affirm something within themselves. (That’s a terribly long sentence, isn’t it?)
So in addition to entertainment, it’s important to me that my stories resonate
with readers and inspire them in a positive way.
I’ve noticed a growing societal disdain for men so that women seem to feel emboldened to treat them with contempt and rudeness, even those they profess to love. It’s not cute or clever and I don’t want my sons treated that way. A particularly egregious demonstration of this behavior (and a litter of stray puppies in the road one day) came together in the story ‘A Gentle Sort of Love.’
Q. What one thing would you give up to become a better writer?
Oh my, just one? Haha. Okay. The ONE thing holding me back from becoming a better writer more than any other is Perfectionism. I re-read and edit as I go, checking for spelling mistakes, grammatical errors, and typos. I spend nearly as much time seeking a ‘better’ verb or adjective on an online thesaurus as I do actually writing my stories. I feel strongly that procrastination is part of my own ‘special’ type of perfectionism. For me, they are one and the same: checking, re-checking, scolding myself, second-guessing my word choices, and changing sentence structure as I write. When I force myself to ‘just write’ whatever is in my head without reviewing what I’ve written, I feel as if I’m doing something wrong or forgetting something important or even vital to my story. This is something I have to work on. Logically I know this is what drafts are all about, but tell that to my writer’s brain!
Q. What inspired my story for the theme of discovery?
My story Grace at the intermission is actually an amalgamation of two stories I had started.Well, actually one was more just the diner scene and interactions. I pictured that particular one as a mystery in which the protagonist i.e. Kevin was searching for his sister. The discovery aspect was in finding romance/attraction with Genevieve. The other story was a supernatural angel and demon battle. The difference between the original version and the finished version the protagonist was truly a demon who had been supplanted by the other demon. The angle was an ally of necessity. As I was searching through my notes and unfinished work trying to find something to work on and submit it struck me as a good fit if the two were combined. The reader would discover that the people in the diner were not human and Galadriel and Genevieve would discover they were pair bonded from times inception.
Over the next week The BookBaybZ will be chatting with the Authors of this awesome anthology of short stories all based on the theme of Discovery.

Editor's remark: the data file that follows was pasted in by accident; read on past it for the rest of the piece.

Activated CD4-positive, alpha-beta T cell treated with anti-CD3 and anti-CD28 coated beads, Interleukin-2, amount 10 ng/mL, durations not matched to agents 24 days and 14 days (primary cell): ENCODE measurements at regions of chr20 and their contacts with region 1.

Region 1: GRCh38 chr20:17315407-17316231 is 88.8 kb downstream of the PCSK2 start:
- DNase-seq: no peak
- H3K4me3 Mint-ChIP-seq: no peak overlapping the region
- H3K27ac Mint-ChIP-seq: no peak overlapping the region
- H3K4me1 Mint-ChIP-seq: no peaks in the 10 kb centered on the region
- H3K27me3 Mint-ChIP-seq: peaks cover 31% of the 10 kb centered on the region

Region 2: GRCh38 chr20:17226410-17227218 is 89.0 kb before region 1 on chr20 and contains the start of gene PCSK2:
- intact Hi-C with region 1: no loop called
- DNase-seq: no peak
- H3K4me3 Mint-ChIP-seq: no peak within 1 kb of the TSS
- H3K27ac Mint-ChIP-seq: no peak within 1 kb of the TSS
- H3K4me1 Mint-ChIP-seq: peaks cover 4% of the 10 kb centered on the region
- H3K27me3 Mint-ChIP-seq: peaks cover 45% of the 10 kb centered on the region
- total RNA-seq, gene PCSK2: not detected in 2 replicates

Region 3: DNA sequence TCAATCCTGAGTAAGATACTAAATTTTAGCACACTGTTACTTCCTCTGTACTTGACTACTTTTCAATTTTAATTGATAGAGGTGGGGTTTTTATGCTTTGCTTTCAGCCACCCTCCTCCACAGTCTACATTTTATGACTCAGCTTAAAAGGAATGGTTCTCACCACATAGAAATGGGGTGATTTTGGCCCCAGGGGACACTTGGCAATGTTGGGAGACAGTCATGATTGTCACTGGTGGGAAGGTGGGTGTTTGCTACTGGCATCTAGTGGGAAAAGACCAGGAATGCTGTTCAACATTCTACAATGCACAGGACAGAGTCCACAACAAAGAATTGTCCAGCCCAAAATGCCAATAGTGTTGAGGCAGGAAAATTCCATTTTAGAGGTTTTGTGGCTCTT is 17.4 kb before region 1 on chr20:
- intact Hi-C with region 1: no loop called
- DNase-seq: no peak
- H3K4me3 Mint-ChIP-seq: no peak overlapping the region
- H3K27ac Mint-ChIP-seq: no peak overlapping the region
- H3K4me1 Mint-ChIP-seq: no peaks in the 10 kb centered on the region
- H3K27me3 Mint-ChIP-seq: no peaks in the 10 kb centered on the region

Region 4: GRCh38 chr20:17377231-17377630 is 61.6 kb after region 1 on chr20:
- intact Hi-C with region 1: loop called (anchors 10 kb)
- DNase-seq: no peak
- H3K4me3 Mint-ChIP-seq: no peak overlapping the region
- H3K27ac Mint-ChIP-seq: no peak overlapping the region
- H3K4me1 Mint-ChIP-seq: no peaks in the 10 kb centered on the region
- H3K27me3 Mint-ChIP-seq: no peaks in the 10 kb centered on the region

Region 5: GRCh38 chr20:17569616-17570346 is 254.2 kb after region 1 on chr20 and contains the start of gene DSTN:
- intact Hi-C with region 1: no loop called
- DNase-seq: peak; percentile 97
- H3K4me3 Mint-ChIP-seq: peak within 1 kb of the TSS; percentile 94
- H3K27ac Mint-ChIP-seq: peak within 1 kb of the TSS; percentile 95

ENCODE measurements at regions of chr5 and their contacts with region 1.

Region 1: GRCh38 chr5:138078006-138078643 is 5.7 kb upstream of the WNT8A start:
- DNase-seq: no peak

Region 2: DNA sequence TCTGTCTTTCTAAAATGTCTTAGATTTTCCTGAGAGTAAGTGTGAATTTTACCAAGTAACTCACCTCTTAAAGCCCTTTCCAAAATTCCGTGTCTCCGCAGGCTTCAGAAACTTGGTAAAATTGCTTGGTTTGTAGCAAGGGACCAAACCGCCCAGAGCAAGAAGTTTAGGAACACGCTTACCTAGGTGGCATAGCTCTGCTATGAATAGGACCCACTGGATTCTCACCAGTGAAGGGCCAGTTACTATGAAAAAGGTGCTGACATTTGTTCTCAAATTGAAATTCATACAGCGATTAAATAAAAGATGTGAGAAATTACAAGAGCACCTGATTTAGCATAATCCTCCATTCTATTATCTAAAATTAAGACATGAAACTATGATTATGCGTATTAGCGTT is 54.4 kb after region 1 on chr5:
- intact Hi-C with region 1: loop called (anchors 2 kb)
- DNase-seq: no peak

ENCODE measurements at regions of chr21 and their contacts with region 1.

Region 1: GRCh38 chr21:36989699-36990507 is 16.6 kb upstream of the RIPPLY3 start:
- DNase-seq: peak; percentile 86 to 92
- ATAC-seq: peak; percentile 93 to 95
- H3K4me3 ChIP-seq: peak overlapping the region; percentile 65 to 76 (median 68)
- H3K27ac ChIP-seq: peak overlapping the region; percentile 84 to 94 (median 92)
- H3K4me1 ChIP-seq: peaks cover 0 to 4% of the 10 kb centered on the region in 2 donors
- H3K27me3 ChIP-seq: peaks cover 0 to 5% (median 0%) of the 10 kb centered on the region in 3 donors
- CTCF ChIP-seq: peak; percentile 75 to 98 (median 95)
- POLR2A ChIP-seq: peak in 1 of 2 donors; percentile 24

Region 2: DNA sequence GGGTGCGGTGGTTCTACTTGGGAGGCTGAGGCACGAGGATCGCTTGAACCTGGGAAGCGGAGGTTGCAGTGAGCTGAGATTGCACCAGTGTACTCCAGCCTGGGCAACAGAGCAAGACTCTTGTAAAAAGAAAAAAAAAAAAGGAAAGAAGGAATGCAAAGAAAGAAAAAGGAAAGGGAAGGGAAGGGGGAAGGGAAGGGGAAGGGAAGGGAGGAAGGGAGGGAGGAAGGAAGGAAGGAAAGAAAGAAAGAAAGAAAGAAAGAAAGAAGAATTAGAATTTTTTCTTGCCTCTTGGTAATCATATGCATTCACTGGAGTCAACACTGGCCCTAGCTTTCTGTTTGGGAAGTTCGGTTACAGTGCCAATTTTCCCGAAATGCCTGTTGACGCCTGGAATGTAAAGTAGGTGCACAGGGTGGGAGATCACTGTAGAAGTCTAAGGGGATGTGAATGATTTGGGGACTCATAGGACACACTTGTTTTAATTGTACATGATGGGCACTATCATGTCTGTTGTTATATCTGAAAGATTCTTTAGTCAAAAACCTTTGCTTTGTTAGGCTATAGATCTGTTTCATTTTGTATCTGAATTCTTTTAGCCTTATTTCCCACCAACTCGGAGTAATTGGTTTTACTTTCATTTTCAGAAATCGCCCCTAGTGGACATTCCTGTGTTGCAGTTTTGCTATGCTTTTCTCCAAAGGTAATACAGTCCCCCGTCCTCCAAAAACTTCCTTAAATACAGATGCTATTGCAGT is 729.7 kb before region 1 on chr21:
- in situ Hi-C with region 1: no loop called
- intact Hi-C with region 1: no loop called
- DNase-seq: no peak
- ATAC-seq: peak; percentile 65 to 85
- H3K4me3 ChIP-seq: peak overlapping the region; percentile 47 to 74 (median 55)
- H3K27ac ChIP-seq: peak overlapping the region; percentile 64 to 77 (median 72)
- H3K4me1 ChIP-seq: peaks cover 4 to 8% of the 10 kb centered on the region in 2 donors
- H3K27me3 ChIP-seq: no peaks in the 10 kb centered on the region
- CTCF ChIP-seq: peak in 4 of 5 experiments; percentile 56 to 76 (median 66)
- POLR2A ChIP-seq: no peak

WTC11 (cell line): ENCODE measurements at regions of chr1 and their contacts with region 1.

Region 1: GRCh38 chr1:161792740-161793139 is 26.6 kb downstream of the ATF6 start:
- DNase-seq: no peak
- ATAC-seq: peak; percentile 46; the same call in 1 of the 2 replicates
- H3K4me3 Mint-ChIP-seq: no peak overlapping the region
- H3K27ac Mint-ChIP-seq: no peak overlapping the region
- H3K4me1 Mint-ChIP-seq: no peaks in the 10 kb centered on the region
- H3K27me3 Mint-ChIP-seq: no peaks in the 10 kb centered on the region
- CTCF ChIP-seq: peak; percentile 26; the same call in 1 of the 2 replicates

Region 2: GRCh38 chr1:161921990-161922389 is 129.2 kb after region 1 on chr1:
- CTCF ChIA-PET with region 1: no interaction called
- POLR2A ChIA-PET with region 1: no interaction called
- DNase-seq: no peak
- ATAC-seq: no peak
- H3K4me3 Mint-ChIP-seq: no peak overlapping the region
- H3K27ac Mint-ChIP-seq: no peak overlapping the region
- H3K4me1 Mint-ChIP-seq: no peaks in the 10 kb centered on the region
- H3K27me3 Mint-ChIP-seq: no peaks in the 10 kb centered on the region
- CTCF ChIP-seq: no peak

Here’s a little about each of them.
W. E. Pearson – The Caul
Q. What other authors are you friends with, and how do they help you become a better writer?
Because I belong to a writing forum and help moderate the site for over 4 years, I am friends with many, many writers/authors. They all write in many different genres and some specifically write in a targeted genre. This alone has stretched me as a writer because I have gone out of my comfort zone to read horror stories/novels in particular. It’s given me an appreciation for psychological fears expressed in stories. These writer/author friends help me write better because many of them have read everything I’ve ever written. Their consistent interest and readership support has given me the needed feedback I require to not only get my first draft down but even multiple edits (second drafts). I also reciprocate and follow their stories/novels and critique their work.
Q. Have you read anything that made you think differently about fiction? Did this influence your story?
I began, as many often do, reading a lot of books about the craft of writing. Two books in particular that made me think differently about writing fiction were Stephen King’s On Writing: A Memoir of the Craft and Chuck Wendig’s Damn Fine Story. They made me understand for the first time that there is no magic recipe for writing fiction, yet there is so much to learn in order to be able to write fiction well. For example, while there are plenty of nuts and bolts kinds of things that need to be learned and skillfully applied, there is so much more beyond that. These other more hard-to-define things are perhaps impossible to teach and have to be learned by each writer in their own way and in their own time. The experience is different for everyone, and the path each writer takes is highly individual and personal. While I have only just begun my journey to become a writer, without the understanding I gained from reading these two books I doubt I could have created the stories I did. They gave me both the confidence to write the stories and the courage to offer them up for publication.